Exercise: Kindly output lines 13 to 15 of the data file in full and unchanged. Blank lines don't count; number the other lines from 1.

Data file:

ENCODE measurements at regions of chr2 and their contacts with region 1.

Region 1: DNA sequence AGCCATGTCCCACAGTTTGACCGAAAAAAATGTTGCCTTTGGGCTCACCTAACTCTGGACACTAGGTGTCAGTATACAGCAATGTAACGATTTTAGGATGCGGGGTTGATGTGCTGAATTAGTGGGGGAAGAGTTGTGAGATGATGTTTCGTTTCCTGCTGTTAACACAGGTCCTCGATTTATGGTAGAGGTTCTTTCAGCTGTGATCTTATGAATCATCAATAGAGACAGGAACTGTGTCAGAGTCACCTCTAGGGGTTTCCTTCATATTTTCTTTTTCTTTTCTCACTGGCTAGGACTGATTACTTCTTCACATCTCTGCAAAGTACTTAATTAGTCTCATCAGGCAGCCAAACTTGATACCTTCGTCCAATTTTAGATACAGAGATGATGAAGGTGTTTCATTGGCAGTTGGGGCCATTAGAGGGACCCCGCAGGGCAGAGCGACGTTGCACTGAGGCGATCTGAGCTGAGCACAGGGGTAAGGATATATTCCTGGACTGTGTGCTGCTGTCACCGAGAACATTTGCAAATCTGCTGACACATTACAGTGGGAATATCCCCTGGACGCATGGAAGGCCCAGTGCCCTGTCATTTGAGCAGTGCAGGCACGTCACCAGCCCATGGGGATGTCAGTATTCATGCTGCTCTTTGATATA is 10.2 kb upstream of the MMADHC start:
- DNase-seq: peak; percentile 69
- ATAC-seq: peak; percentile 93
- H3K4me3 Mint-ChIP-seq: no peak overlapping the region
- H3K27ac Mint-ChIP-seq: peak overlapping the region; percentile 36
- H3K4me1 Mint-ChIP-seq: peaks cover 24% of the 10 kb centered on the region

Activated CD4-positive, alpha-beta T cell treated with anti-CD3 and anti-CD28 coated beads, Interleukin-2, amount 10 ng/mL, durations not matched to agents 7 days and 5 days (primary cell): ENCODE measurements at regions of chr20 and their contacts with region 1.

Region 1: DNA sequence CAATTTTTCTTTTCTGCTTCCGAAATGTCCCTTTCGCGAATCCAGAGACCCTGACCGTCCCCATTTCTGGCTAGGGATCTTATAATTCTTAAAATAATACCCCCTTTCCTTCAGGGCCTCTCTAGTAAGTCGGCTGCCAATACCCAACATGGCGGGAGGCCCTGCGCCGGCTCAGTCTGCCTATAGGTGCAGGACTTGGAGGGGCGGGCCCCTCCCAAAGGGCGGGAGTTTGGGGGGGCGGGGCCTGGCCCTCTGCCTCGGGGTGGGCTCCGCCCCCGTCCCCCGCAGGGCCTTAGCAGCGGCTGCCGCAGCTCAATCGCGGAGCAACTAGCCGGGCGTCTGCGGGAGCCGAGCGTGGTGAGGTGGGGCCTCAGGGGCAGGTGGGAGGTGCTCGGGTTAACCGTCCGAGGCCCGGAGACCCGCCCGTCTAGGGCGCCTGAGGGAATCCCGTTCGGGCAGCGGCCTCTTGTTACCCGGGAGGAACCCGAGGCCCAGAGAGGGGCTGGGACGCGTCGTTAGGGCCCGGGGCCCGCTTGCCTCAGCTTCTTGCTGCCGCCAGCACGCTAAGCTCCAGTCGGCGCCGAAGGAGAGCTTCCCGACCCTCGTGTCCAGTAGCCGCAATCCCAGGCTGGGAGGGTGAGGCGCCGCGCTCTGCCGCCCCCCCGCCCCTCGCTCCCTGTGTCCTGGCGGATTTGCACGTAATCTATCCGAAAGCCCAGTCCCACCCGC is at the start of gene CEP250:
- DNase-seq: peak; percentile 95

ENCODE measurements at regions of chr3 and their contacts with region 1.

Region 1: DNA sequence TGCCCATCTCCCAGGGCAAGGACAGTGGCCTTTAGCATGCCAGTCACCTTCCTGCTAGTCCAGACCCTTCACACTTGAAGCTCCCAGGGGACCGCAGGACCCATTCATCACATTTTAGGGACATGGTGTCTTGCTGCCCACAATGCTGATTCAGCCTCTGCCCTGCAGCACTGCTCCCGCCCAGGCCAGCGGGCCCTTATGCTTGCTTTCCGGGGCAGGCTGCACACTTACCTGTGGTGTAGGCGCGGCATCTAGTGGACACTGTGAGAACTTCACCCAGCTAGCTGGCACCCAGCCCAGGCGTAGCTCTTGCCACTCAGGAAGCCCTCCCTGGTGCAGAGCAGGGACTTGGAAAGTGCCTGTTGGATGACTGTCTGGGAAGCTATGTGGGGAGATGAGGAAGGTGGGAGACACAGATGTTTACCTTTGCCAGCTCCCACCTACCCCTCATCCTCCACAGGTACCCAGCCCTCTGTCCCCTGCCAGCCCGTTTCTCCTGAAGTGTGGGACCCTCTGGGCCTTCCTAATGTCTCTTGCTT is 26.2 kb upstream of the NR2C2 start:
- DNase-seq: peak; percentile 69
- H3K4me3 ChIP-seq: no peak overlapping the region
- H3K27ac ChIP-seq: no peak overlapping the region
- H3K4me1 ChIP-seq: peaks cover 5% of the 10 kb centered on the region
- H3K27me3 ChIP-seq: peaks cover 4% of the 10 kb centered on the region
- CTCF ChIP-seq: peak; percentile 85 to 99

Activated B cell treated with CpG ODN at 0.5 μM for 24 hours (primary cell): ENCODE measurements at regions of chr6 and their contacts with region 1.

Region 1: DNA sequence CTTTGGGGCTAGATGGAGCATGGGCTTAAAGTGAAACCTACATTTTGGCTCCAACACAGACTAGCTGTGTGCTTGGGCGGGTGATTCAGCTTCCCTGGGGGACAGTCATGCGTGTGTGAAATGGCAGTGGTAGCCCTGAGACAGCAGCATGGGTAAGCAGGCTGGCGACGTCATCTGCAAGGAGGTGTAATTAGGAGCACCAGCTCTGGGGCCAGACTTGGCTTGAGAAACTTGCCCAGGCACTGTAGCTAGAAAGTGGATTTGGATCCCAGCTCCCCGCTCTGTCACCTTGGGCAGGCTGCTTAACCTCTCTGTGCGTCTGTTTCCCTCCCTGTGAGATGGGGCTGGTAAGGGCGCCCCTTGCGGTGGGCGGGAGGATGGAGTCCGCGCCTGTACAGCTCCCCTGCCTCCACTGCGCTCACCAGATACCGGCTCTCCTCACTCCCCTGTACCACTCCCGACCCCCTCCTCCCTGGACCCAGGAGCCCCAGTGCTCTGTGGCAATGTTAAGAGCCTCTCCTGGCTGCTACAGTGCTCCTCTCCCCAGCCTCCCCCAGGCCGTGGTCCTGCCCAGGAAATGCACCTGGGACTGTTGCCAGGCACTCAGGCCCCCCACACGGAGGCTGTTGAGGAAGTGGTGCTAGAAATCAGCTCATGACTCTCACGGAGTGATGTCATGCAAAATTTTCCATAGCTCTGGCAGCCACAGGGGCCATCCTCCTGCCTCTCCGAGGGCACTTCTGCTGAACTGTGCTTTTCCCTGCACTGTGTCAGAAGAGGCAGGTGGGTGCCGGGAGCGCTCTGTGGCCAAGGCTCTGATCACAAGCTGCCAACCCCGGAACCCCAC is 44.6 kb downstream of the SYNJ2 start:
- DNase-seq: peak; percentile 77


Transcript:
- DNase-seq: peak; percentile 69
- H3K4me3 ChIP-seq: no peak overlapping the region
- H3K27ac ChIP-seq: no peak overlapping the region